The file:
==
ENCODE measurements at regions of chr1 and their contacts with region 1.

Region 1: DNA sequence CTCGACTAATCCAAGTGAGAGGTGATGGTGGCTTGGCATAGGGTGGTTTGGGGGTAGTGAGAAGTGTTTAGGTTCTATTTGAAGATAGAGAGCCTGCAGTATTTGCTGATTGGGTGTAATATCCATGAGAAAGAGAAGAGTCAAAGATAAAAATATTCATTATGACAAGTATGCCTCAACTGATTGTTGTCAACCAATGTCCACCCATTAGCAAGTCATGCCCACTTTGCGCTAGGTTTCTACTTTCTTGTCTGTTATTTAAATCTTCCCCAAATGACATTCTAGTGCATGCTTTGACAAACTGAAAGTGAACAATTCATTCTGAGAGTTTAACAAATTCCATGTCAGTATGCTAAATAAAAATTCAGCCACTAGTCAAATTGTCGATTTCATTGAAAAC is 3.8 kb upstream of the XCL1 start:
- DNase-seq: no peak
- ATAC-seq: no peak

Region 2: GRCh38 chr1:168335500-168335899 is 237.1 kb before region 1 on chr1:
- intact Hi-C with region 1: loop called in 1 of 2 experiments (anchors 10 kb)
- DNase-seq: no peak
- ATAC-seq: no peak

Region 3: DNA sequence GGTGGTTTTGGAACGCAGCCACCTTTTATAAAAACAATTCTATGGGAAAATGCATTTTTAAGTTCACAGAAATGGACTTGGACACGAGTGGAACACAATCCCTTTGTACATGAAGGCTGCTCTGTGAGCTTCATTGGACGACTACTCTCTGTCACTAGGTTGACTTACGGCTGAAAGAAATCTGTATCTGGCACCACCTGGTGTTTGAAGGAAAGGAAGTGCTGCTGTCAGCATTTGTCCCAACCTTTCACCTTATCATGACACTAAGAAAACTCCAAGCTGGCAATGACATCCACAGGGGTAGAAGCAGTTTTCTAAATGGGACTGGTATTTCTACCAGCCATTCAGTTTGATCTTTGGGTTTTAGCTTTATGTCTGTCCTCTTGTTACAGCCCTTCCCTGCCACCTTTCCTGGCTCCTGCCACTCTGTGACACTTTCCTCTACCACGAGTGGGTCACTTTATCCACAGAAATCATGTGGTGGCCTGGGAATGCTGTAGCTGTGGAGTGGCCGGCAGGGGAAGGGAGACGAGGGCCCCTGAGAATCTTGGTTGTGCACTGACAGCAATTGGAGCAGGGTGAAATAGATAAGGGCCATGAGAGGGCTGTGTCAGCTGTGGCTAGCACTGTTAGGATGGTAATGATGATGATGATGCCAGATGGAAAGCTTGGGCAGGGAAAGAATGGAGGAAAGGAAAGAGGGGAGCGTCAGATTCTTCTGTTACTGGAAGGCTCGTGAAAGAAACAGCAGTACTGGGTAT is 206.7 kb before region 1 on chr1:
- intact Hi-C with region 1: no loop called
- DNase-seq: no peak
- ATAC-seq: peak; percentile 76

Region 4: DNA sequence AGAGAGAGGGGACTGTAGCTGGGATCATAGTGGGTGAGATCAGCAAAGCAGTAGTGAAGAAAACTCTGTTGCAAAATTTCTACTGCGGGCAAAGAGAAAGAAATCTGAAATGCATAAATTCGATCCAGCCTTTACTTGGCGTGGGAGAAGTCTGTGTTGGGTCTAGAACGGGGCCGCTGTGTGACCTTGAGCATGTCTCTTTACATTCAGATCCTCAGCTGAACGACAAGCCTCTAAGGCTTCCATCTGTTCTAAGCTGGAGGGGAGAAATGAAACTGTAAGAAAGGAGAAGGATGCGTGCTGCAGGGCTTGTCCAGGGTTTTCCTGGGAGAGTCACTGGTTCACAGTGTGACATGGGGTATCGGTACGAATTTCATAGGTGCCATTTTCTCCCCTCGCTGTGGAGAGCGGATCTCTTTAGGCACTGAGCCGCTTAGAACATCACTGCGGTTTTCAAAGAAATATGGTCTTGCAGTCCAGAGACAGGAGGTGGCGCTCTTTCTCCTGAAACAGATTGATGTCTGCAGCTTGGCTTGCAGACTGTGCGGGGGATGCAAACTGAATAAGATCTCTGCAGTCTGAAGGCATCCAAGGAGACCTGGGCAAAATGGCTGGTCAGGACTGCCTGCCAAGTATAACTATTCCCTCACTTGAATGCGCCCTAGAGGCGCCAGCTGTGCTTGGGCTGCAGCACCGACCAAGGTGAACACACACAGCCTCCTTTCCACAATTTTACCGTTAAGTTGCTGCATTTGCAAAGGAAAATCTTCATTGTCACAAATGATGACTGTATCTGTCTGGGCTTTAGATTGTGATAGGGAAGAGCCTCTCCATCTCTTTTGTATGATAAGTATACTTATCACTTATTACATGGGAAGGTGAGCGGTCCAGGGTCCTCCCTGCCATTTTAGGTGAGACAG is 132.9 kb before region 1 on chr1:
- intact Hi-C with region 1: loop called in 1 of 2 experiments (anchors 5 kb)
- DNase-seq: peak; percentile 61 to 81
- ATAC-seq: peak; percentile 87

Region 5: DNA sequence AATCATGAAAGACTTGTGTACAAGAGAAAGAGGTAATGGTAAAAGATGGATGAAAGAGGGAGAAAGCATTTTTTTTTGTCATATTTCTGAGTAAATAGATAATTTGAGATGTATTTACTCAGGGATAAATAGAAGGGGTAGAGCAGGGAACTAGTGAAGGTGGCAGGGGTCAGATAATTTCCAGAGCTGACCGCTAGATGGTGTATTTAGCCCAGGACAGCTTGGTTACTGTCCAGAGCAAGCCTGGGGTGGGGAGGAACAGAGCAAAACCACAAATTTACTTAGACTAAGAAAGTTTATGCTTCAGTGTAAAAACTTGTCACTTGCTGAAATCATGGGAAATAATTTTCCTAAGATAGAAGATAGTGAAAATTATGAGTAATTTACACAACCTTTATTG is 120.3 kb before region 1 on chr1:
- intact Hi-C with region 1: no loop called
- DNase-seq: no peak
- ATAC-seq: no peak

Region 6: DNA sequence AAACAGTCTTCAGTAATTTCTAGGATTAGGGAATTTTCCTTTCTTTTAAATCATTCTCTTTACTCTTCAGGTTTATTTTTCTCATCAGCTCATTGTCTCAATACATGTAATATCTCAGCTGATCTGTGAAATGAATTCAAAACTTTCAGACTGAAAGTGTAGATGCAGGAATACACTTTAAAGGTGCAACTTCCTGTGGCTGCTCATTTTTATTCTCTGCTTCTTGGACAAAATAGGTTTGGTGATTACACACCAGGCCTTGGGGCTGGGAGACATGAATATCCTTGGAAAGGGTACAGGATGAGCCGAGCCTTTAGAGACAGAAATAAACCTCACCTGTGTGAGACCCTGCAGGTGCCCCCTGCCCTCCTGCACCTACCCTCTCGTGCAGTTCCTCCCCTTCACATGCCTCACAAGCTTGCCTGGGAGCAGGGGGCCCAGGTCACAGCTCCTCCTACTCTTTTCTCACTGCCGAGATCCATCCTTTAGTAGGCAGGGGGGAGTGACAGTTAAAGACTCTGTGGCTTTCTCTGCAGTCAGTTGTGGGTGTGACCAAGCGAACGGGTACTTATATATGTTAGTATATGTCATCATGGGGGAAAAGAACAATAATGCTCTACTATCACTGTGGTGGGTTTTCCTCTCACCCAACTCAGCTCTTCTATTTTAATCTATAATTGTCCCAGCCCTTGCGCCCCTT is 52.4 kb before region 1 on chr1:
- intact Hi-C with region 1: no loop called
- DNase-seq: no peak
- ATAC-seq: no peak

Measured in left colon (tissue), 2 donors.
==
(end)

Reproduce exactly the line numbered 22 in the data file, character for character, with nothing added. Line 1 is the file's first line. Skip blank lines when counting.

- intact Hi-C with region 1: no loop called